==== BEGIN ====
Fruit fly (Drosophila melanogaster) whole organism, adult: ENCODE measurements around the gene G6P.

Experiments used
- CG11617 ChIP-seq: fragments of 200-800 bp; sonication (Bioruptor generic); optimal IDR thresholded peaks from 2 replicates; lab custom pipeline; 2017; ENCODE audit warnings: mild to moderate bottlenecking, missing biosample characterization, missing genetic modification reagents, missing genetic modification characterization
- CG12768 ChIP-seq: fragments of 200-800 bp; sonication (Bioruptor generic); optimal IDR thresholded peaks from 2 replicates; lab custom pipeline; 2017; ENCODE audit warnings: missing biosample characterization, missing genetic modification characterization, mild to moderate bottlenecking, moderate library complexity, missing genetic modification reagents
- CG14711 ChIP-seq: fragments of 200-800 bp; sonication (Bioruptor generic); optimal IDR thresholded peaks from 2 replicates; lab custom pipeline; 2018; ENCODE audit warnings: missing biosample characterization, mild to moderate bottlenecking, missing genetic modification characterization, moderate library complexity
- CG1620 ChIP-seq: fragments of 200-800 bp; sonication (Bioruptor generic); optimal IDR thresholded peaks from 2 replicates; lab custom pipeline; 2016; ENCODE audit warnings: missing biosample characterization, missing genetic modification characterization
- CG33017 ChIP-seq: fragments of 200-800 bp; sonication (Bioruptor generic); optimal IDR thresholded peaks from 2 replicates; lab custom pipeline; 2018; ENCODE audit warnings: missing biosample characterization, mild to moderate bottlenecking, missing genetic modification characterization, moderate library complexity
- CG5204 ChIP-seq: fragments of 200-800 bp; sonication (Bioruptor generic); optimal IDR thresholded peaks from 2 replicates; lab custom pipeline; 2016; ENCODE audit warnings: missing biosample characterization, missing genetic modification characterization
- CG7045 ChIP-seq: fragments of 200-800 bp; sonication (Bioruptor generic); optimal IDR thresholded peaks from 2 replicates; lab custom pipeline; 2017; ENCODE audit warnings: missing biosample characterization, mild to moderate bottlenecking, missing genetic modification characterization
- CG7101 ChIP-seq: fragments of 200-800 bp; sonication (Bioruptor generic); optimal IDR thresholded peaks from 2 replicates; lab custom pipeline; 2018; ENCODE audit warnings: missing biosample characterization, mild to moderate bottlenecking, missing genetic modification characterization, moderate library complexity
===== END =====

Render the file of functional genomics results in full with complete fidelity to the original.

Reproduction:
Fruit fly (Drosophila melanogaster) whole organism, adult: ENCODE measurements around the gene G6P.

Experiments used
- CG11617 ChIP-seq: fragments of 200-800 bp; sonication (Bioruptor generic); optimal IDR thresholded peaks from 2 replicates; lab custom pipeline; 2017; ENCODE audit warnings: mild to moderate bottlenecking, missing biosample characterization, missing genetic modification reagents, missing genetic modification characterization
- CG12768 ChIP-seq: fragments of 200-800 bp; sonication (Bioruptor generic); optimal IDR thresholded peaks from 2 replicates; lab custom pipeline; 2017; ENCODE audit warnings: missing biosample characterization, missing genetic modification characterization, mild to moderate bottlenecking, moderate library complexity, missing genetic modification reagents
- CG14711 ChIP-seq: fragments of 200-800 bp; sonication (Bioruptor generic); optimal IDR thresholded peaks from 2 replicates; lab custom pipeline; 2018; ENCODE audit warnings: missing biosample characterization, mild to moderate bottlenecking, missing genetic modification characterization, moderate library complexity
- CG1620 ChIP-seq: fragments of 200-800 bp; sonication (Bioruptor generic); optimal IDR thresholded peaks from 2 replicates; lab custom pipeline; 2016; ENCODE audit warnings: missing biosample characterization, missing genetic modification characterization
- CG33017 ChIP-seq: fragments of 200-800 bp; sonication (Bioruptor generic); optimal IDR thresholded peaks from 2 replicates; lab custom pipeline; 2018; ENCODE audit warnings: missing biosample characterization, mild to moderate bottlenecking, missing genetic modification characterization, moderate library complexity
- CG5204 ChIP-seq: fragments of 200-800 bp; sonication (Bioruptor generic); optimal IDR thresholded peaks from 2 replicates; lab custom pipeline; 2016; ENCODE audit warnings: missing biosample characterization, missing genetic modification characterization
- CG7045 ChIP-seq: fragments of 200-800 bp; sonication (Bioruptor generic); optimal IDR thresholded peaks from 2 replicates; lab custom pipeline; 2017; ENCODE audit warnings: missing biosample characterization, mild to moderate bottlenecking, missing genetic modification characterization
- CG7101 ChIP-seq: fragments of 200-800 bp; sonication (Bioruptor generic); optimal IDR thresholded peaks from 2 replicates; lab custom pipeline; 2018; ENCODE audit warnings: missing biosample characterization, mild to moderate bottlenecking, missing genetic modification characterization, moderate library complexity